My favorite parts were the last two chapters. Chapter 9 talks about problems that pop up every single day while fighting huge legacy code bases. Those things described there happen exactly as presented – I encountered almost each and every of them when I was a maintenance guy. The book offers practical solutions on how to overcome these obstacles and get legacy code base under test. This chapter is an awesome one, everybody should know and practice those tricks.

Chapter 10 is about best practices when it comes to unit testing. This chapter is really for the inexperienced, who have just  met unit testing but are not familiar with all the good practices about the framework. This chapter should be a very good starting point for junior programmers at the beginning of their career.

Mastering unit testing using Mockito and JUnit has got pretty cool tips and tricks, very thorough analysis of the frameworks and practical applications for everybody out there. One thing I particularly liked is that the book offers a very good overview on all the different reasons why a piece of code becomes hard to test. Nevertheless, I can’t really figure out who is this book for. It is too fast paced for absolute beginners, but somewhat too obvious for experienced engineers – in my honest opinion, some parts may miss the targeted audience.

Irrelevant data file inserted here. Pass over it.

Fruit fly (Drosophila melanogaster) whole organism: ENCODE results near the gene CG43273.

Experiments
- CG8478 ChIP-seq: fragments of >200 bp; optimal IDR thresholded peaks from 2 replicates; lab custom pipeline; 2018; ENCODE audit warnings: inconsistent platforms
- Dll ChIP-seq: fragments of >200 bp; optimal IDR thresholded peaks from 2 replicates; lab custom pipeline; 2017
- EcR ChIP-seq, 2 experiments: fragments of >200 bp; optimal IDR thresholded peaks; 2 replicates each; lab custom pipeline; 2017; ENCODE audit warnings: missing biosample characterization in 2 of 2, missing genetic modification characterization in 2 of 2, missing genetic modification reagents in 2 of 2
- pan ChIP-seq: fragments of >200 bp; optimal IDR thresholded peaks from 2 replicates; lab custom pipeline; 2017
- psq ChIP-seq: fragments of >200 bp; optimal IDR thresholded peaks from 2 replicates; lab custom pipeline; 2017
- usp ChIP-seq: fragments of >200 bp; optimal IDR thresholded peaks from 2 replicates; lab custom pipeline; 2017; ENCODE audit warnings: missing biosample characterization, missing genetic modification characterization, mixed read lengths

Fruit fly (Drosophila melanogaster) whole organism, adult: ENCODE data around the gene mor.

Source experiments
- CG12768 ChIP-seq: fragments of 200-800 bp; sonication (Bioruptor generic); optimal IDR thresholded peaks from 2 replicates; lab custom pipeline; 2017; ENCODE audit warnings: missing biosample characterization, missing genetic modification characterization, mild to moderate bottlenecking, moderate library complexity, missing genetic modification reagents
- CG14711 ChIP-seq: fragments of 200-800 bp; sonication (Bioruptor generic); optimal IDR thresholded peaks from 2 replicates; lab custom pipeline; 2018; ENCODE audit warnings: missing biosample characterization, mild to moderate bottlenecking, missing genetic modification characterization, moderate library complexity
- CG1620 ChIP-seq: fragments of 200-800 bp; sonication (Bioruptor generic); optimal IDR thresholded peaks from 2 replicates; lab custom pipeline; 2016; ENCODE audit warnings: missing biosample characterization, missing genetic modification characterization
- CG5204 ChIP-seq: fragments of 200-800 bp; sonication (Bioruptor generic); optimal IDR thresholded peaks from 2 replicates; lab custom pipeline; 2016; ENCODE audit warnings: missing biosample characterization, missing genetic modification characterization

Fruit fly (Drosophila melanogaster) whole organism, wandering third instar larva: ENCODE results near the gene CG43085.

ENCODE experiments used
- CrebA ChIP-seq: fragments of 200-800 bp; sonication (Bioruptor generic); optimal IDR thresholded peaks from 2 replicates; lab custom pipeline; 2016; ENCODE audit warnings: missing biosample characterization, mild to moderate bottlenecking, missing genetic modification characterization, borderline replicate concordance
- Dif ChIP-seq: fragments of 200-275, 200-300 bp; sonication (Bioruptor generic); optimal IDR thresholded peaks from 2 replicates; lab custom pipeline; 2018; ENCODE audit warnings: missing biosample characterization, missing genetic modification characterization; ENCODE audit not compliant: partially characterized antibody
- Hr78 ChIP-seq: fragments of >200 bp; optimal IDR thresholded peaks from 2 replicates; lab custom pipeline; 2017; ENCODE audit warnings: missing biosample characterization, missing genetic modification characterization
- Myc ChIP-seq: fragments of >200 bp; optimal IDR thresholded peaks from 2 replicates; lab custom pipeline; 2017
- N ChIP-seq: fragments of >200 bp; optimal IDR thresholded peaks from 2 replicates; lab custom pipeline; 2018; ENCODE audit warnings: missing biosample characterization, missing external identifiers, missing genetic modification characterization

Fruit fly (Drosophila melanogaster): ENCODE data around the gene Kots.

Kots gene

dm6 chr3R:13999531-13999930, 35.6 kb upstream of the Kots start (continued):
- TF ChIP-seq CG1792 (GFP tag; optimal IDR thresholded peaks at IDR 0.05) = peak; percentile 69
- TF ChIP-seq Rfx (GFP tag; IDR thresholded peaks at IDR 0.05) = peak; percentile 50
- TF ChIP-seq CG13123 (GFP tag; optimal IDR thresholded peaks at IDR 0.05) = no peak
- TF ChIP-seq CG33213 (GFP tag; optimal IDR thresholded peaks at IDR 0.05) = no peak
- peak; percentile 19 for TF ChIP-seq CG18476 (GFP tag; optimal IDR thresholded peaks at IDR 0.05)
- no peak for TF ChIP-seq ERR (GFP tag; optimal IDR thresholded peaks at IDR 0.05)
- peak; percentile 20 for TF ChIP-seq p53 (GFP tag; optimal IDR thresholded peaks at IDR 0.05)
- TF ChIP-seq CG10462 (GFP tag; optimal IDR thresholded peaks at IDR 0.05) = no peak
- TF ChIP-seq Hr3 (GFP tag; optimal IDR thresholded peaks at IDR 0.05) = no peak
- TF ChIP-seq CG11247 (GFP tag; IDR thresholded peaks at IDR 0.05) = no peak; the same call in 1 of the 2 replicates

Having said all these, I’m rating this book 3 out of 5.

Agile principles: feedback

Quick and adequate feedback is important. It’s one of the core principles of agile, after all. However, people keep forgetting about its importance and value. They treat feedback related tasks like timewasters; they would even tell at standups “providing feedback is blocking me” if they could.